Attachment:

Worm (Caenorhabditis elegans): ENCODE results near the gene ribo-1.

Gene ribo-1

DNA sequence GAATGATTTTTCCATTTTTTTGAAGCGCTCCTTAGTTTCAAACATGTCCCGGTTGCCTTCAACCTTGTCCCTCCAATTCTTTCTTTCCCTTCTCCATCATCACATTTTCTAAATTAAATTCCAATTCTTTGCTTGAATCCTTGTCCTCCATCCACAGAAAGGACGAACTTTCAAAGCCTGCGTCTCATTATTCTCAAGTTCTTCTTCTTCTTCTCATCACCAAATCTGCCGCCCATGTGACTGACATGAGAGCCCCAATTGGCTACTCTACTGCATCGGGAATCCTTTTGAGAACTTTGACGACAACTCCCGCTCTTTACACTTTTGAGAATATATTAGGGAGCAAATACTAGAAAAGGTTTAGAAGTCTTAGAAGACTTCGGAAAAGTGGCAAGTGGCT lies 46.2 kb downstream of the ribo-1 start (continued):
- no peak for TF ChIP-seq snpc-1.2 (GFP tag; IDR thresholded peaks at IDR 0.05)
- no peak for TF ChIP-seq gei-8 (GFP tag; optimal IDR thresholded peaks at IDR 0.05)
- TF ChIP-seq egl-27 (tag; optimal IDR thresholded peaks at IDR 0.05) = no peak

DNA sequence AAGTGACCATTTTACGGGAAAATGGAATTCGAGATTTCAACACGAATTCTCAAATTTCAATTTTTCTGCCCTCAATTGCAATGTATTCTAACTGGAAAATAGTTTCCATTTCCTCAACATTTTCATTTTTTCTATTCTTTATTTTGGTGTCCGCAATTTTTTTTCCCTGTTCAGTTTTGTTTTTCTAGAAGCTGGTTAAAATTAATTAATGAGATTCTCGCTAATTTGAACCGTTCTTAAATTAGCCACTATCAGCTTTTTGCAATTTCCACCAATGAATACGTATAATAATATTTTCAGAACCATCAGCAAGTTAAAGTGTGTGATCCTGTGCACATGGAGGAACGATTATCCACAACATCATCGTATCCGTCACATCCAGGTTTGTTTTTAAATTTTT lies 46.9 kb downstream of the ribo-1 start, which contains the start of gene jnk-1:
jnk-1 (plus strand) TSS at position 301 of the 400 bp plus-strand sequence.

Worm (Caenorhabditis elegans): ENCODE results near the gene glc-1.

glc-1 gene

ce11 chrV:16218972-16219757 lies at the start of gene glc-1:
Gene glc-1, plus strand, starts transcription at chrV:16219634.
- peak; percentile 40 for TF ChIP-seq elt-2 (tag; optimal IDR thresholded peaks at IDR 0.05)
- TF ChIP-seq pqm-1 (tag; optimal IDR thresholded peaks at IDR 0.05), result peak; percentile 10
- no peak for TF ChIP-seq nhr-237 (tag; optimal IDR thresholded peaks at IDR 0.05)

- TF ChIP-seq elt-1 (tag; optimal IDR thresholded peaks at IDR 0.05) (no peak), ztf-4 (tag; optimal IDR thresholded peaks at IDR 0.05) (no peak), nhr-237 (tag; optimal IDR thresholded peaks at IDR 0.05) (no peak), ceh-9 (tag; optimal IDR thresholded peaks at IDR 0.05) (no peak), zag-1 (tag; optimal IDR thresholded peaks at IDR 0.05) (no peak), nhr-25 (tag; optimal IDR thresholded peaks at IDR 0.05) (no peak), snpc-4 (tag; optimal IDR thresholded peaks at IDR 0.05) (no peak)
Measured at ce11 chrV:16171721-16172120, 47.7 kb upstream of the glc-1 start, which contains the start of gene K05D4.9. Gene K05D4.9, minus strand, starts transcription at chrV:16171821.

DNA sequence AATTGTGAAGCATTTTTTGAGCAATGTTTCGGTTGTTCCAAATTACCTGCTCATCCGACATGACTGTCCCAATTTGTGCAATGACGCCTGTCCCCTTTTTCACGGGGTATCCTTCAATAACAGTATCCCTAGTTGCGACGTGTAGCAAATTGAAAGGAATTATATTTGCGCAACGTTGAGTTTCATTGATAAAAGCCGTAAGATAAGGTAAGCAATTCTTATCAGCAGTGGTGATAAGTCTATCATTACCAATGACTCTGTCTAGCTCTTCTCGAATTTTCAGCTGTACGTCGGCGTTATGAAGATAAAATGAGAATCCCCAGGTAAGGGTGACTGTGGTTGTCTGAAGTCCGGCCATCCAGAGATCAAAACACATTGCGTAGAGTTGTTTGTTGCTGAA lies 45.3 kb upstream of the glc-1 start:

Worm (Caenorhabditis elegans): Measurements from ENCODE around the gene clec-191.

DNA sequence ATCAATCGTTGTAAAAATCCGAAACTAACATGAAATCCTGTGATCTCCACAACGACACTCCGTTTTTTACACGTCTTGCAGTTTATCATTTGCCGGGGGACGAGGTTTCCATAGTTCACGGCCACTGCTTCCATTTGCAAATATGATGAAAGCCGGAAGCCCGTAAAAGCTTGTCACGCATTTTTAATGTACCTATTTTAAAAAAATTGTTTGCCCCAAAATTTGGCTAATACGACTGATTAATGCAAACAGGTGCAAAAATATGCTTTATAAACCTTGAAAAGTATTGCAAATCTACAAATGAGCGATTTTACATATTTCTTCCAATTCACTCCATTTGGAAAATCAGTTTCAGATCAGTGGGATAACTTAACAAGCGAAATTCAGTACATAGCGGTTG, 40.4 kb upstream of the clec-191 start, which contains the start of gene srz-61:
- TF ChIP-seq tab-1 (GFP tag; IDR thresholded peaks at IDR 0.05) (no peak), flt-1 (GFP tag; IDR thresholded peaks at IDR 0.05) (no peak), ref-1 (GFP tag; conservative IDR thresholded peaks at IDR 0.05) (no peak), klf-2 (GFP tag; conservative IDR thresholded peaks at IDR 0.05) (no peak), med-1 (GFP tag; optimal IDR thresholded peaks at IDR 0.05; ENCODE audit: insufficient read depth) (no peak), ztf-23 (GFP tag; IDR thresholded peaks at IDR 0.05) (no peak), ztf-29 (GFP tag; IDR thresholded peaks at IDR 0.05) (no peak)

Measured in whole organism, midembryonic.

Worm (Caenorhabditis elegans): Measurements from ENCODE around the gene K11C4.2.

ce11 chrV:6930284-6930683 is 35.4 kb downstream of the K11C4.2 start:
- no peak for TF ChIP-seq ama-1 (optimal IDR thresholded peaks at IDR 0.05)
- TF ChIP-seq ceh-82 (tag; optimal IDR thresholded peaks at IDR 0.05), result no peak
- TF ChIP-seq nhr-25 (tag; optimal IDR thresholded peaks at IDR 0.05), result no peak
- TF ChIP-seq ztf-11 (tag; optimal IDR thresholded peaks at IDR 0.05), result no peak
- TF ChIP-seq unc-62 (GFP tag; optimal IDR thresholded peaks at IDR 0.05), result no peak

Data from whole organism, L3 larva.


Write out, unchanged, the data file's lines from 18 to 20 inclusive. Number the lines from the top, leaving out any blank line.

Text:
DNA sequence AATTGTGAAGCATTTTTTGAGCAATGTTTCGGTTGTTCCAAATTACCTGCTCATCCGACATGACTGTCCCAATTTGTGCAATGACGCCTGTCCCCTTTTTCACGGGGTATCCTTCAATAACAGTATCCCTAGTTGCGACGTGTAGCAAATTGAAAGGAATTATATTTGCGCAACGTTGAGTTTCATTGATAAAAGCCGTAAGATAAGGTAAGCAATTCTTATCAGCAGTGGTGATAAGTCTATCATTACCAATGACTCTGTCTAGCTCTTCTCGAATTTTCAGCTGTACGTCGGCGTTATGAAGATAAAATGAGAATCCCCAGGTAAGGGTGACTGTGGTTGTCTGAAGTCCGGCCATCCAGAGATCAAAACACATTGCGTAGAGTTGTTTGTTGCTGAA lies 45.3 kb upstream of the glc-1 start:

Worm (Caenorhabditis elegans): Measurements from ENCODE around the gene clec-191.

DNA sequence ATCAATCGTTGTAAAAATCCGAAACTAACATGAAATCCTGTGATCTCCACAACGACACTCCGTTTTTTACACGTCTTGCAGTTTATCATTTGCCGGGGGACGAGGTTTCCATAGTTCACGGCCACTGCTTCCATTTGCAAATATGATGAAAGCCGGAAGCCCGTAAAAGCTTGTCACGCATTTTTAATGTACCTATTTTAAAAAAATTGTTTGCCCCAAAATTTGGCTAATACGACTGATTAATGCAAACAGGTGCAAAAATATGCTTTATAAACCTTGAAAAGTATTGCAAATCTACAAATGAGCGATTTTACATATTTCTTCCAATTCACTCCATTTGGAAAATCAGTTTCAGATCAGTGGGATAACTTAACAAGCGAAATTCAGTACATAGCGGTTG, 40.4 kb upstream of the clec-191 start, which contains the start of gene srz-61: